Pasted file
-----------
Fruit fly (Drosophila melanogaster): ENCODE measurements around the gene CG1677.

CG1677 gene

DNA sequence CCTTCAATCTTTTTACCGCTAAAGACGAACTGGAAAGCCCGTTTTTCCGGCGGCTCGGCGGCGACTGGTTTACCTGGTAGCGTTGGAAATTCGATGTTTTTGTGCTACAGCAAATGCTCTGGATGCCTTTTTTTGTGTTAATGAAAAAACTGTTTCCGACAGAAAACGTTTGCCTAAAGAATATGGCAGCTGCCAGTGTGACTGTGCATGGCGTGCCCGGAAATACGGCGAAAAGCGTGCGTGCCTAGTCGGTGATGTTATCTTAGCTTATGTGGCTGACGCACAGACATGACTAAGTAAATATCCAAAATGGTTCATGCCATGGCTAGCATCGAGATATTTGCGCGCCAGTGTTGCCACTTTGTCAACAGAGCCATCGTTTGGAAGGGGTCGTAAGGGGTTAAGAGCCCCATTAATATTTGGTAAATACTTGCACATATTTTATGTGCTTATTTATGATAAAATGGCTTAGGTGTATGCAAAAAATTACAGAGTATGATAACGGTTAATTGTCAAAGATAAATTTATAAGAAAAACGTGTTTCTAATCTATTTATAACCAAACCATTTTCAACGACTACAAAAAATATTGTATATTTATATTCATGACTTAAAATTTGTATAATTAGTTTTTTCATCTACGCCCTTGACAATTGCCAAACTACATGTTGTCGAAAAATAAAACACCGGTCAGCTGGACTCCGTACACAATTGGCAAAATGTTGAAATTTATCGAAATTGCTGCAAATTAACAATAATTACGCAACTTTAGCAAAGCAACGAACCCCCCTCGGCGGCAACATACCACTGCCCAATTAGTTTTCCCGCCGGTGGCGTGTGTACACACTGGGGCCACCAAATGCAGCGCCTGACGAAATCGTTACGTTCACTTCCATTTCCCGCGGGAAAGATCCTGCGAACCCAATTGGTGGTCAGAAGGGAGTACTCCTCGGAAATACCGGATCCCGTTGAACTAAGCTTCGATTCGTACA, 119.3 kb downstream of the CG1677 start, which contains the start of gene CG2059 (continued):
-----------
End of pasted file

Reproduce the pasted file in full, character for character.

Fruit fly (Drosophila melanogaster): ENCODE measurements around the gene CG1677.

CG1677 gene

DNA sequence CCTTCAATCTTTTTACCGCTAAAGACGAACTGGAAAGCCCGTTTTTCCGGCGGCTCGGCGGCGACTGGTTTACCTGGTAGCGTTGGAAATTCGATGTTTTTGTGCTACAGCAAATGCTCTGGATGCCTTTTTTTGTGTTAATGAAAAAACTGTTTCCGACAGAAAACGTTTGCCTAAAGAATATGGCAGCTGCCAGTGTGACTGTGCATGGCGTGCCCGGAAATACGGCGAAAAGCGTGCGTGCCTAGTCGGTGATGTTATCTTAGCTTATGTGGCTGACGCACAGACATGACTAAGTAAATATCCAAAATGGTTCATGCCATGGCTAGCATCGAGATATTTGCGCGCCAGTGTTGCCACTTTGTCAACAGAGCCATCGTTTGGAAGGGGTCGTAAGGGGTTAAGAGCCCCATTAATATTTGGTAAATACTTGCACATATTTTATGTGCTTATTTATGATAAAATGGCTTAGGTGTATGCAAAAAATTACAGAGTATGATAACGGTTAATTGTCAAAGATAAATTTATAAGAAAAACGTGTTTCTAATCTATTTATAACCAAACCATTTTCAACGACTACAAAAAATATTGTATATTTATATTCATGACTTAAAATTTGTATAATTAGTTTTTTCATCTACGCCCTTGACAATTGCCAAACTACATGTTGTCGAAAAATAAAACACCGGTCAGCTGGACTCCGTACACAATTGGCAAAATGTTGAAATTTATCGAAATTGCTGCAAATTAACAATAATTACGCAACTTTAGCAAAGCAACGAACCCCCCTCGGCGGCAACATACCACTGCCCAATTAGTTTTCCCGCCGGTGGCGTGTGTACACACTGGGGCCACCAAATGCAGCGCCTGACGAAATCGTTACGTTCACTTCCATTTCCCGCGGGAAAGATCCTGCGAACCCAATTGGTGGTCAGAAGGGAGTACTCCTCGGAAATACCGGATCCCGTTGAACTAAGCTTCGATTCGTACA, 119.3 kb downstream of the CG1677 start, which contains the start of gene CG2059 (continued):